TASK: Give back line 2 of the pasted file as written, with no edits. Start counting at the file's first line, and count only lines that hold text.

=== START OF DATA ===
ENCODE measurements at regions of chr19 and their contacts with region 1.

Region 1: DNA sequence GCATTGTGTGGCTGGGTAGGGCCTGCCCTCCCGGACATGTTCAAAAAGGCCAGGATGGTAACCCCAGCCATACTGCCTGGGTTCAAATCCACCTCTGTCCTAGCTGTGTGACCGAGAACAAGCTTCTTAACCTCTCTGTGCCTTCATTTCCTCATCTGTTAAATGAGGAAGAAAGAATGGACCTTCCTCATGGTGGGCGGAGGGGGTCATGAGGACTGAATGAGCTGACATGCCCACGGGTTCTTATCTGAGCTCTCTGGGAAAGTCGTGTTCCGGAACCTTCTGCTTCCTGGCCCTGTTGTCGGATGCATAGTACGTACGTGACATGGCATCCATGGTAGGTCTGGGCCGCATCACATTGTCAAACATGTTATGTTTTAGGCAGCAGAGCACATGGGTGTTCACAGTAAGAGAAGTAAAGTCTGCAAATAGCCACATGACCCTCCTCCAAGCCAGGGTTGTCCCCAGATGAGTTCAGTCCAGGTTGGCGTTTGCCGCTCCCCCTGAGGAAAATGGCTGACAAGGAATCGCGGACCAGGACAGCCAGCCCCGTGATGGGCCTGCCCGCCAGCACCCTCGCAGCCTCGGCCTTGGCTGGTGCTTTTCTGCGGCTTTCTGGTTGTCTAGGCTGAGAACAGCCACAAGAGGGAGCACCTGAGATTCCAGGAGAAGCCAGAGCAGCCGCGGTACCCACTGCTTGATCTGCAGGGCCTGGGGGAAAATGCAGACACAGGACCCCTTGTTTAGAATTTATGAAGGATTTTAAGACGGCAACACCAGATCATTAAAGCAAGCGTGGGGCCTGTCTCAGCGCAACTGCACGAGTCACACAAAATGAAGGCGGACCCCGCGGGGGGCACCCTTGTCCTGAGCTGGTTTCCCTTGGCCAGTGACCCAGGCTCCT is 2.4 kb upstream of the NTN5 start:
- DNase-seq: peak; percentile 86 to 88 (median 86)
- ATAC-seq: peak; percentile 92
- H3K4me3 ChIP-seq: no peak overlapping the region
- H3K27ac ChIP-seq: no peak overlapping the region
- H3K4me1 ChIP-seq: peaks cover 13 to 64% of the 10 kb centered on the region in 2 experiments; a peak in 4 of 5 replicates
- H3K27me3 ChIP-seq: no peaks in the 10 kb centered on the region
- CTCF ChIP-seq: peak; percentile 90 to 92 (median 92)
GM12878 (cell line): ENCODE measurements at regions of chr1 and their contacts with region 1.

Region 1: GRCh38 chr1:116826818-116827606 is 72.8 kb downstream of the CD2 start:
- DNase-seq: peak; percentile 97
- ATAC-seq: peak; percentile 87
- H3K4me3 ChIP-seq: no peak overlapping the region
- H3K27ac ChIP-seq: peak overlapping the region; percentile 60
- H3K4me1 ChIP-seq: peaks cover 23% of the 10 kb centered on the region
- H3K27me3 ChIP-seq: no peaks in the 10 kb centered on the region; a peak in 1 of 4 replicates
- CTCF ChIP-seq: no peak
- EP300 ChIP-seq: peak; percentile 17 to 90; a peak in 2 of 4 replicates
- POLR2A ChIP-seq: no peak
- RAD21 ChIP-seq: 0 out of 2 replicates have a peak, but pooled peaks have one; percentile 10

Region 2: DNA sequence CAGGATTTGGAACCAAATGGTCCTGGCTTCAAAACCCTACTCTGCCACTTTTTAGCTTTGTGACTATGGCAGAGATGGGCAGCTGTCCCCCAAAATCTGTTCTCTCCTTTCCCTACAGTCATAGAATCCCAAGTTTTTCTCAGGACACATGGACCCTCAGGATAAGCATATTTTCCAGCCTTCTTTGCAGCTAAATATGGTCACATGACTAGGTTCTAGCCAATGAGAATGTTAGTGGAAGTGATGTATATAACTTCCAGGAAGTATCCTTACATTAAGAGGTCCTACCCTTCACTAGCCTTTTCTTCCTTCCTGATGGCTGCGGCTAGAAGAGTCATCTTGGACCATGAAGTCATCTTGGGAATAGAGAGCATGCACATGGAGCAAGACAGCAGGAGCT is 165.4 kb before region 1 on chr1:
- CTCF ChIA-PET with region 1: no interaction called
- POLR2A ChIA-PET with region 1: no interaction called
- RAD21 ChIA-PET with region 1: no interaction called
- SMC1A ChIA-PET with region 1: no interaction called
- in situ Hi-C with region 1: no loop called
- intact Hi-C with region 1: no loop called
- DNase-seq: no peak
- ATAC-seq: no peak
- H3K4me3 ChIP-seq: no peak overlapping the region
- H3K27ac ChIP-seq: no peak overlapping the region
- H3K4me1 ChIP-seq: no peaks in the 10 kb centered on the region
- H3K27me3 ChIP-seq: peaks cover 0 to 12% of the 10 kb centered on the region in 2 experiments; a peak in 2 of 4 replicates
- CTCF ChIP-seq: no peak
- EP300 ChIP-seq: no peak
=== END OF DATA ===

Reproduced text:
Region 1: DNA sequence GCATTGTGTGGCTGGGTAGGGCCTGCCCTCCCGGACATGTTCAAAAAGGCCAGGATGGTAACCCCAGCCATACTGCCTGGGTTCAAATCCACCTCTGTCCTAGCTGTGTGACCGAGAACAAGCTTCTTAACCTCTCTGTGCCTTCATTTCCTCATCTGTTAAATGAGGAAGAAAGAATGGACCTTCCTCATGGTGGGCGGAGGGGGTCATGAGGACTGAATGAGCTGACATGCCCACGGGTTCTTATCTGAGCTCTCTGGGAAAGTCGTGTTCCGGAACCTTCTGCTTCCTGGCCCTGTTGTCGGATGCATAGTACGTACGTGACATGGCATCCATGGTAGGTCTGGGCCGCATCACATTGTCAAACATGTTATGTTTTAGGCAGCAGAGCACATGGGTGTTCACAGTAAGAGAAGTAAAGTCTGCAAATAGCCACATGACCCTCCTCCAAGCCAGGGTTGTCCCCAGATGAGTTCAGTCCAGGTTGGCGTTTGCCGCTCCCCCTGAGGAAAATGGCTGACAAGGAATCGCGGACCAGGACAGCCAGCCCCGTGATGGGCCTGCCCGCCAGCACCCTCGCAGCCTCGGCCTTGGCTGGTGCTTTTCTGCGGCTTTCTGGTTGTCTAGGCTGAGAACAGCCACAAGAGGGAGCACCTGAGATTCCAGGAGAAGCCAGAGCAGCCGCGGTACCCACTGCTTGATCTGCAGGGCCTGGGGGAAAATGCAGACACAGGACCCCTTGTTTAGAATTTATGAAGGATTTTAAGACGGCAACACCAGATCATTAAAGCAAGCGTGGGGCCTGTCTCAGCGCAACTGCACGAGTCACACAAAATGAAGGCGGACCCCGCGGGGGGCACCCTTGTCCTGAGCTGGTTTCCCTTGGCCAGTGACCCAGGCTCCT is 2.4 kb upstream of the NTN5 start: